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Facebook gunning for Web.com in latest $27 million-plus cybersquatting lawsuit

Kevin Murphy, April 16, 2021, Domain Registrars

Facebook has sued what it believes is a Web.com subsidiary, claiming the company has been engaged in wholesale cybersquatting for well over a decade.

The complaint, filed in a Pennsylvania District Court, alleges that New Venture Services Corp current owns 74 domains, and has previously owned 204 more, that infringe its Facebook, Instagram and WhatsApp trademarks.

While no other named defendants are listed, the complaint makes it abundantly clear that it believes NVSC is a subsidiary of Web.com and a sister of Network Solutions, Register.com, SnapNames and Perfect Privacy.

Facebook is suing partly under the Anti-Cybersquatting Consumer Protection Act, allowing it to claim $100,000 damages per infringing domain, so we’re looking at a floor of $27.8 million of potential damages should the lawsuit be successful.

But it’s also looking for NVSC to hand over any profits it’s made from the domains in question, which are generally parked with ads and listed for sale via the SnapNames network for premium fees.

While NVSC is registered in the British Virgin Islands and uses a Pennsylvania post office box as its mailing address, there’s a wealth of evidence going back to 2007 that it’s been affiliated first with NetSol and then Web.com.

Web.com’s last regulatory filing before it went private in 2017 lists NVSC as a subsidiary, which is probably the most compelling piece of evidence establishing ownership.

It appears that NVSC is a shell company that Web.com uses to hold potentially valuable or traffic-rich domains that its customers have allowed to expire. The names are then parked and put up for resale.

Example domains listed in the complaint include httpinstagram.com, faceebbok.com, facebooc.net, instagram-login.com, and installwhatsapps.com.

One would have to assume these names were captured using a fully automated process; even a cursory human review would clock that they’re useful only to bad actors.

The lawsuit is the latest in Facebook’s crusade against mainstream registrars it believes are profiting by infringing its trademarks, which has already ensnared Namecheap a year ago and OnlineNIC in October 2019.

Namecheap recently filed a counterclaim in which it tries to get some of Facebook’s trademarks cancelled.

Facebook has all but admitted that putting legal pressure on registrars is part of its strategy when it comes to getting the policies it wants out of ICANN on privacy and Whois access, where there’s currently an impasse.

Here’s the complaint (pdf).

Key-Systems adds parking API to RRPproxy

Kevin Murphy, September 10, 2012, Domain Registrars

Top-ten registrar KeyDrive has delivered on a major piece of integration work following the merger of Key-Systems and NameDrive last year.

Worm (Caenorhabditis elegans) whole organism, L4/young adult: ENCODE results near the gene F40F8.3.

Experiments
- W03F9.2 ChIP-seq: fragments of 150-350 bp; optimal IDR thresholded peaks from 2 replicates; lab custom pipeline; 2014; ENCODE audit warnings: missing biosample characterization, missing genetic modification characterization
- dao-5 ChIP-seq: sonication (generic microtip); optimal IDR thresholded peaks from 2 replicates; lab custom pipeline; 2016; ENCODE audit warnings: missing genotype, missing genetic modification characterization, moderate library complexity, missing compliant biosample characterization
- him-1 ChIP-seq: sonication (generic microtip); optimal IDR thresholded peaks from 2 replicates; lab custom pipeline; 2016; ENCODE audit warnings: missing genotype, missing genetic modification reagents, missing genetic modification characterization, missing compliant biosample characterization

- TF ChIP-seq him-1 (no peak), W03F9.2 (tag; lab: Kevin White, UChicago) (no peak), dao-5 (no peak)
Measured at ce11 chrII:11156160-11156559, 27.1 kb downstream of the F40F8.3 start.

Key-Systems today announced that its RRPproxy reseller platform now has API commands that enable its resellers — and in turn their registrants — to easily park domains with NameDrive.

The new commands allow entire domain portfolios to be parked in bulk, according to the company.

Key-Systems and NameDrive formed KeyDrive in July 2011. The company also acquired Moniker and SnapNames earlier this year.

Could vertical integration kill registrar parking?

Kevin Murphy, November 14, 2010, Domain Registries

Will ICANN’s decision to allow registrars and registries to own each other help reduce the practice of registrars parking unused or expiring domain names?

A reading of the new top-level domain Applicant Guidebook in light of the recent “vertical integration” ruling it incorporates certainly raises this kind of question.

The AGB includes a policy called the Trademark Post-Delegation Dispute Resolution Procedure, or PDDRP, which allows trademark owners to seek remedies against cybersquatting registries.

The policy is quite clear that registries cannot be held accountable for cybersquatting by third parties in their TLD, unless they have, for example, actively encouraged the squatters.

But another example of infringement is given thus:

where a registry operator has a pattern or practice of acting as the registrant or beneficial user of infringing registrations, to monetize and profit in bad faith.

Now, this wouldn’t be a cause for concern in the current vertically separated market.

Most registries are only generally able to register domain names in their own TLD by going through an accredited registrar. Proving bad faith intent in that situation would be trivial.

But what of an integrated registry/registrar that also automatically parks recently registered or expiring domains in order to profit from pay-per-click advertising?

This is common practice nowadays. It’s been used to prove a registrant’s bad faith during many recent UDRP proceedings and one registrar is even being sued by Verizon for doing it.

Would a registrar parking an expired, trademark-infringing domain constitute it acting as a “beneficial user” of the domain “to monetize and profit in bad faith”?

Text added to the PDDRP section of the AGB in its most recent revision strongly suggests that “the registrar did it” would not be a defence for a vertically integrated company:

For purposes of these standards, “registry operator” shall include entities directly or indirectly controlling, controlled by or under common control with a registry operator

The PDDRP allows complainants to seek remedies such as injunctions, as well as the suspension of new registrations in a TLD and, exceptionally, the full revocation of their registry contract.

With that in mind, would an integrated registry/registrar want to risk any practice that puts their TLD at risk?